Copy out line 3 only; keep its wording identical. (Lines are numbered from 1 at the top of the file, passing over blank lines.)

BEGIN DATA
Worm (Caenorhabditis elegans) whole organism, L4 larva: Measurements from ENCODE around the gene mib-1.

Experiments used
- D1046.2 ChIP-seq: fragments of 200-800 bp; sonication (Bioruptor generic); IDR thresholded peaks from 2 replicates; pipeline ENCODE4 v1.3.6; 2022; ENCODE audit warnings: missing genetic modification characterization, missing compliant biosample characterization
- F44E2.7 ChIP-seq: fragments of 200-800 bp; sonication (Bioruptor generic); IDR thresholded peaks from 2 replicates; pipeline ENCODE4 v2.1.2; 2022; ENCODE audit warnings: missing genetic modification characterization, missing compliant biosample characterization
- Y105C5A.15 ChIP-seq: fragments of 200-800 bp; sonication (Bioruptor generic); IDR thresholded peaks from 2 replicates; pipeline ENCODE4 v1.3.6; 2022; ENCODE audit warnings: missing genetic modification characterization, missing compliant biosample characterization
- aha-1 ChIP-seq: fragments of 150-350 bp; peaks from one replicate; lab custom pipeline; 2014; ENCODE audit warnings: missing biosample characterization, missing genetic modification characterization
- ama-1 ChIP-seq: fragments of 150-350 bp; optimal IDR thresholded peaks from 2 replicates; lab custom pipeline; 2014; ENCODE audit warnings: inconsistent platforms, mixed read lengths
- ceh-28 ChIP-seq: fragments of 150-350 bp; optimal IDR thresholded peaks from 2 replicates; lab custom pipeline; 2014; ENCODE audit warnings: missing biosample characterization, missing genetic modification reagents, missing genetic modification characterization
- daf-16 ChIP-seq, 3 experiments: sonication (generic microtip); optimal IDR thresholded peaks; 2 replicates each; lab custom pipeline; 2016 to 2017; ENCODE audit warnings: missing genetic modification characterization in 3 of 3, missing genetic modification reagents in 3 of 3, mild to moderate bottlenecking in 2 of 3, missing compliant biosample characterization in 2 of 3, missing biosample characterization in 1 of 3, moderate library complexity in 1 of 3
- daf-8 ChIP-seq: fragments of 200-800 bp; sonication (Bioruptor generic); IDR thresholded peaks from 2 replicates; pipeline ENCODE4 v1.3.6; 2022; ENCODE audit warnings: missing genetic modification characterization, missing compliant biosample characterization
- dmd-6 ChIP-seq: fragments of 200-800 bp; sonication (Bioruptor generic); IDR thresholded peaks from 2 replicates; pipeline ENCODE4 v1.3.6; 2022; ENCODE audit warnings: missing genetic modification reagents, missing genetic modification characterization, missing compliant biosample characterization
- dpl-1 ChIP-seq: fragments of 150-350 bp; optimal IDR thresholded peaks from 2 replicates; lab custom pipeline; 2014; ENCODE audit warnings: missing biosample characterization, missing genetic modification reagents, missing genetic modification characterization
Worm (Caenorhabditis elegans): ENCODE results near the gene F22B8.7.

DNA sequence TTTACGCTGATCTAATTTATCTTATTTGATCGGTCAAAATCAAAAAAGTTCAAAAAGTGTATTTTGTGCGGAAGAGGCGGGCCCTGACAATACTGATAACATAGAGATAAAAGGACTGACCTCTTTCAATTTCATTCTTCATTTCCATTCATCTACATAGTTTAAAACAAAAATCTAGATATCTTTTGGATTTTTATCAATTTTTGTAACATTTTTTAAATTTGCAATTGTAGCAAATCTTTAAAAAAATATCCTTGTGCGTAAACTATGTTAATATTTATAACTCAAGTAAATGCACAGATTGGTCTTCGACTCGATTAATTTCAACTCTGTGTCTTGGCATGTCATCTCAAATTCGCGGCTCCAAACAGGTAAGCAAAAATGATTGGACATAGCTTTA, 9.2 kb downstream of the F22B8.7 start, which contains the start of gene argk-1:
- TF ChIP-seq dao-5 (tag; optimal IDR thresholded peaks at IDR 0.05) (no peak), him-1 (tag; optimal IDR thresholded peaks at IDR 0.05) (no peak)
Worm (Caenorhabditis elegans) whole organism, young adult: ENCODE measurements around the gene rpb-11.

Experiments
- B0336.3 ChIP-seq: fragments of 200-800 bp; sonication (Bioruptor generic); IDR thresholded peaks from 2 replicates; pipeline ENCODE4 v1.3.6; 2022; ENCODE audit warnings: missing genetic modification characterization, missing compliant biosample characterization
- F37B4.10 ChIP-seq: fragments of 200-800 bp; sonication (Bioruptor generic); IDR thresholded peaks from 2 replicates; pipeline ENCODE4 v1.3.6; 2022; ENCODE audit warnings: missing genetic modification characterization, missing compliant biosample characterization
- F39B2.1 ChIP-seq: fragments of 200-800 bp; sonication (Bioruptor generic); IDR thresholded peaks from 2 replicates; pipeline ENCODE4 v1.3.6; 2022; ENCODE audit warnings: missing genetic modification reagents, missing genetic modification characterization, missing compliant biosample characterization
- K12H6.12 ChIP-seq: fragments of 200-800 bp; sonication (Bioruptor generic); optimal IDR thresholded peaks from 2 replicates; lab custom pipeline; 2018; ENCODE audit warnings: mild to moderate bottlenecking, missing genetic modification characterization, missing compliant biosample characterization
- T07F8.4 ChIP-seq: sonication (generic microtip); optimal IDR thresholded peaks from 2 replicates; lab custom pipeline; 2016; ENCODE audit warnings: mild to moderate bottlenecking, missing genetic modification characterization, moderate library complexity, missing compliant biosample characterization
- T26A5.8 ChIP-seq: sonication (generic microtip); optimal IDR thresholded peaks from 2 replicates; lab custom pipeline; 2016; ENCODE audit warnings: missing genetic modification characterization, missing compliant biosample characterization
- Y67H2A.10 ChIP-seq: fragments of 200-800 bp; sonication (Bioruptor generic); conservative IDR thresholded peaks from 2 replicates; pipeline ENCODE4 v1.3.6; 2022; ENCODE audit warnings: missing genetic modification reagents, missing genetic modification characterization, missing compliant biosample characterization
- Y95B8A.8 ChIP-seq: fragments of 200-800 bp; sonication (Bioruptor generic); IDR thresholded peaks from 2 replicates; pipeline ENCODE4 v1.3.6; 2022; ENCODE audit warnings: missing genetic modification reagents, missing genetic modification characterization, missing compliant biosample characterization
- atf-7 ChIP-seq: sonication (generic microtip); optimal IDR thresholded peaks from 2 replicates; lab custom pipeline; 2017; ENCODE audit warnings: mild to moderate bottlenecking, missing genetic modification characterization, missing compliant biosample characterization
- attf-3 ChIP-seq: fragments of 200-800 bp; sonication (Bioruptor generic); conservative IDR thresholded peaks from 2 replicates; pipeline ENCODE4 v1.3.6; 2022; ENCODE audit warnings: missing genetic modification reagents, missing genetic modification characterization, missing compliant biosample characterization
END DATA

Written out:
- D1046.2 ChIP-seq: fragments of 200-800 bp; sonication (Bioruptor generic); IDR thresholded peaks from 2 replicates; pipeline ENCODE4 v1.3.6; 2022; ENCODE audit warnings: missing genetic modification characterization, missing compliant biosample characterization